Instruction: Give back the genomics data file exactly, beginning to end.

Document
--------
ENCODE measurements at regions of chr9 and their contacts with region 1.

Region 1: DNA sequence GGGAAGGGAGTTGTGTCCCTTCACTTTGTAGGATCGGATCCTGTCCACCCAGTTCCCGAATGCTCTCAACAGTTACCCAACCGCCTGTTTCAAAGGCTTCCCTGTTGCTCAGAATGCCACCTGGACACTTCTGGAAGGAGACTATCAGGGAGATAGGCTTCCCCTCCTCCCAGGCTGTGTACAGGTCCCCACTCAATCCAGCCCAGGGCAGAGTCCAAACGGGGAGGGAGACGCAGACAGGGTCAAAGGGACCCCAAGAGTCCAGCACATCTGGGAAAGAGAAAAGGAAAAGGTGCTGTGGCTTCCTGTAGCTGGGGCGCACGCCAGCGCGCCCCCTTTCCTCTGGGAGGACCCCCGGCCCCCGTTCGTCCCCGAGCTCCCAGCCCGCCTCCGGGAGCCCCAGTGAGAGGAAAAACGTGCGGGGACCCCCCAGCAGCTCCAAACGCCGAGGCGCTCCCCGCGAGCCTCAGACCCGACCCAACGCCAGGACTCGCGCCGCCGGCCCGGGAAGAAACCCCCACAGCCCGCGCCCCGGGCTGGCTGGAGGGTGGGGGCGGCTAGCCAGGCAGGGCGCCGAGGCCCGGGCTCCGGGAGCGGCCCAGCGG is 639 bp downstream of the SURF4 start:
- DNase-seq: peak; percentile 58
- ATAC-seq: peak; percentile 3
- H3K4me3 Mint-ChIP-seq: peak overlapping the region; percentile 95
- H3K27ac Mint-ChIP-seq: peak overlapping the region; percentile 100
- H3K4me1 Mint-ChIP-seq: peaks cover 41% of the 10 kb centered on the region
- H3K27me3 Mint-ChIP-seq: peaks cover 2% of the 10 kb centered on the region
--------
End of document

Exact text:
ENCODE measurements at regions of chr9 and their contacts with region 1.

Region 1: DNA sequence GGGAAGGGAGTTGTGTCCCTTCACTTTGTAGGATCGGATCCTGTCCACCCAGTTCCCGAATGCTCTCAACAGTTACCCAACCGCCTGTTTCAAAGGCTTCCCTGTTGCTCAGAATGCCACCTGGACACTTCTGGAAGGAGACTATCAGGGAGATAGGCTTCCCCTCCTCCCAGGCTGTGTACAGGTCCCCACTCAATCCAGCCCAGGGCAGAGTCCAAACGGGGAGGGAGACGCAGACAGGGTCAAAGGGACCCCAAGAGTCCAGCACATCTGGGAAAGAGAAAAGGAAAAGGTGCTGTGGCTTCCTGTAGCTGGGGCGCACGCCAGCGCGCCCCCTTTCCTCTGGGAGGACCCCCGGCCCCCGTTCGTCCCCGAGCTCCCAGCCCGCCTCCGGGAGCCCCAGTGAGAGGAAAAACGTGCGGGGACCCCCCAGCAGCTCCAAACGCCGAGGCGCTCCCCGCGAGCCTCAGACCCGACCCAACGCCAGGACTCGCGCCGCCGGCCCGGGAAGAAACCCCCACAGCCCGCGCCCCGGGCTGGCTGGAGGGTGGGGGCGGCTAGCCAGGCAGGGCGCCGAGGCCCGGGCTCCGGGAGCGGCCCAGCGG is 639 bp downstream of the SURF4 start:
- DNase-seq: peak; percentile 58
- ATAC-seq: peak; percentile 3
- H3K4me3 Mint-ChIP-seq: peak overlapping the region; percentile 95
- H3K27ac Mint-ChIP-seq: peak overlapping the region; percentile 100
- H3K4me1 Mint-ChIP-seq: peaks cover 41% of the 10 kb centered on the region
- H3K27me3 Mint-ChIP-seq: peaks cover 2% of the 10 kb centered on the region